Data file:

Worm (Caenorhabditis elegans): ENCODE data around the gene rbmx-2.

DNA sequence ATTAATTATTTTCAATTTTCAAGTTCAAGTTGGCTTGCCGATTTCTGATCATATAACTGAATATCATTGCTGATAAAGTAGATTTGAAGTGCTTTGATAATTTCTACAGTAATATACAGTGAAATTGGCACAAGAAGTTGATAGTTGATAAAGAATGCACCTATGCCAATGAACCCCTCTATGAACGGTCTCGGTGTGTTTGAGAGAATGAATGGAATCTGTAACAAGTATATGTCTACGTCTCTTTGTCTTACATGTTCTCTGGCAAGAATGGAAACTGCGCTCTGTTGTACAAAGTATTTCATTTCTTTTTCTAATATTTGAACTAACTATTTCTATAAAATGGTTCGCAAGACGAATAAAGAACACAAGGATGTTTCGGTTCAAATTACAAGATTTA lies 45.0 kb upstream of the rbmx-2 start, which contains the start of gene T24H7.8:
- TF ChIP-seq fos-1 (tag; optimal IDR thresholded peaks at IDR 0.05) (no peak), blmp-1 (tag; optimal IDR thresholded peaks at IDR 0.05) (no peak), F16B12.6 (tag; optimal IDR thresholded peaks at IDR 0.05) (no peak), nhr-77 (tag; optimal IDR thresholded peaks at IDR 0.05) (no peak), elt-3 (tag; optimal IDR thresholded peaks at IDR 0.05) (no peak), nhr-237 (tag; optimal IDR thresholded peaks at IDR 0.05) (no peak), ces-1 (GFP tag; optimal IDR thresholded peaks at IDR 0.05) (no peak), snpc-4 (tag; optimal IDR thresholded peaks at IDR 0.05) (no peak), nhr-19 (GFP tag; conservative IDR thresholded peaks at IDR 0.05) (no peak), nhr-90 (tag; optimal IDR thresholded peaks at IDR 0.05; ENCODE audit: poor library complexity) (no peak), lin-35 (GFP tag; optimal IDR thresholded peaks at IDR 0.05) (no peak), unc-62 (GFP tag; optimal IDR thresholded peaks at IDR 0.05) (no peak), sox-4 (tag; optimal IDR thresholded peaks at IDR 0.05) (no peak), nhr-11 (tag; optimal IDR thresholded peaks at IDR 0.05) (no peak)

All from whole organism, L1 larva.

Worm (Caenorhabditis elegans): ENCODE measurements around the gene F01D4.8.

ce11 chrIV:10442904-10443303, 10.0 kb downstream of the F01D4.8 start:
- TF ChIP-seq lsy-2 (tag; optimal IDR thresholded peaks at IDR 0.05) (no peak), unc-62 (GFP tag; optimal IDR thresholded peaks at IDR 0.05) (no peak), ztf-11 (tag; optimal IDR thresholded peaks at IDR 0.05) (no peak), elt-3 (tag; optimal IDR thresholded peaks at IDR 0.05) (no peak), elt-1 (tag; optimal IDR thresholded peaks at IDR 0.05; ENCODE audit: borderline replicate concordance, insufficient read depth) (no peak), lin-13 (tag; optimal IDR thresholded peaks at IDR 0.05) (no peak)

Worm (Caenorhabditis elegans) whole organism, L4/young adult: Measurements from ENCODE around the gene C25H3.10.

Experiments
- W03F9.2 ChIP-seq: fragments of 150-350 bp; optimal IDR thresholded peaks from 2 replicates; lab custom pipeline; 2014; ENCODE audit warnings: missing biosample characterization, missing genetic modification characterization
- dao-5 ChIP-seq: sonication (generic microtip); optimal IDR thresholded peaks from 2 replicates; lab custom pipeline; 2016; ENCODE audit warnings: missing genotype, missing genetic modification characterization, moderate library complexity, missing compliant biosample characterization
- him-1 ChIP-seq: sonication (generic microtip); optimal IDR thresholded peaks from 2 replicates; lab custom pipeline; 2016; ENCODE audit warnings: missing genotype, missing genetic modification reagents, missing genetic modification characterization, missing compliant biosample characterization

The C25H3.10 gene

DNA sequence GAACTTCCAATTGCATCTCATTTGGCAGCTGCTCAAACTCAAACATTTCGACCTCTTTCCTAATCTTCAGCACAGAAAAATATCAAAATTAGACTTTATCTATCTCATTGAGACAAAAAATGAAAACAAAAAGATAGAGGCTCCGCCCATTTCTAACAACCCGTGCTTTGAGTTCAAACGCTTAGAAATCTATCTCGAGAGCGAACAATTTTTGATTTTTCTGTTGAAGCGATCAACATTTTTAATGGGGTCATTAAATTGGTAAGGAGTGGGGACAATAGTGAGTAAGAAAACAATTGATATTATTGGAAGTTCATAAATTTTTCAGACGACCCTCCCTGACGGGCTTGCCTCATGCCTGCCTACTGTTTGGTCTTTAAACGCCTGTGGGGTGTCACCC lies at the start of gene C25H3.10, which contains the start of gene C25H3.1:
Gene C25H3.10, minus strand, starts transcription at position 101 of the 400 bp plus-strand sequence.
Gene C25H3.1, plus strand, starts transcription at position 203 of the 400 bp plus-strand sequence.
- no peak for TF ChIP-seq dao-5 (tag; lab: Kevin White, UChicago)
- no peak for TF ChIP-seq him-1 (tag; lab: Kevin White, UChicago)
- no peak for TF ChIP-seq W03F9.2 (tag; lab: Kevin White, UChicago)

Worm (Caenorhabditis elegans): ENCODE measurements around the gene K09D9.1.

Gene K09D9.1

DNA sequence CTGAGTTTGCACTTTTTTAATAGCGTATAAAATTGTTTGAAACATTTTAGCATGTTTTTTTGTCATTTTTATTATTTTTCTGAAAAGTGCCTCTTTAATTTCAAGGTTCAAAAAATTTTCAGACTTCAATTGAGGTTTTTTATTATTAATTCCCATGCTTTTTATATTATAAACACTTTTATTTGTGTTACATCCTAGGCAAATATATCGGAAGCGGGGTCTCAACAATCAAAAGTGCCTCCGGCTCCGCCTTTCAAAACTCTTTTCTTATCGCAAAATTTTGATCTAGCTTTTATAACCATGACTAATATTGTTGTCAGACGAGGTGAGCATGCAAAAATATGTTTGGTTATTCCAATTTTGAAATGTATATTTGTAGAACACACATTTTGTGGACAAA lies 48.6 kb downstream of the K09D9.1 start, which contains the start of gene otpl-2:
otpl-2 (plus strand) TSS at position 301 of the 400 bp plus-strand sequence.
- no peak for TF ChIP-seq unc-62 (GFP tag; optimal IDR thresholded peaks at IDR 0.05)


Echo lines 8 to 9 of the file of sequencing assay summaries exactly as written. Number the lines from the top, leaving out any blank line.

Worm (Caenorhabditis elegans) whole organism, L4/young adult: Measurements from ENCODE around the gene C25H3.10.

Experiments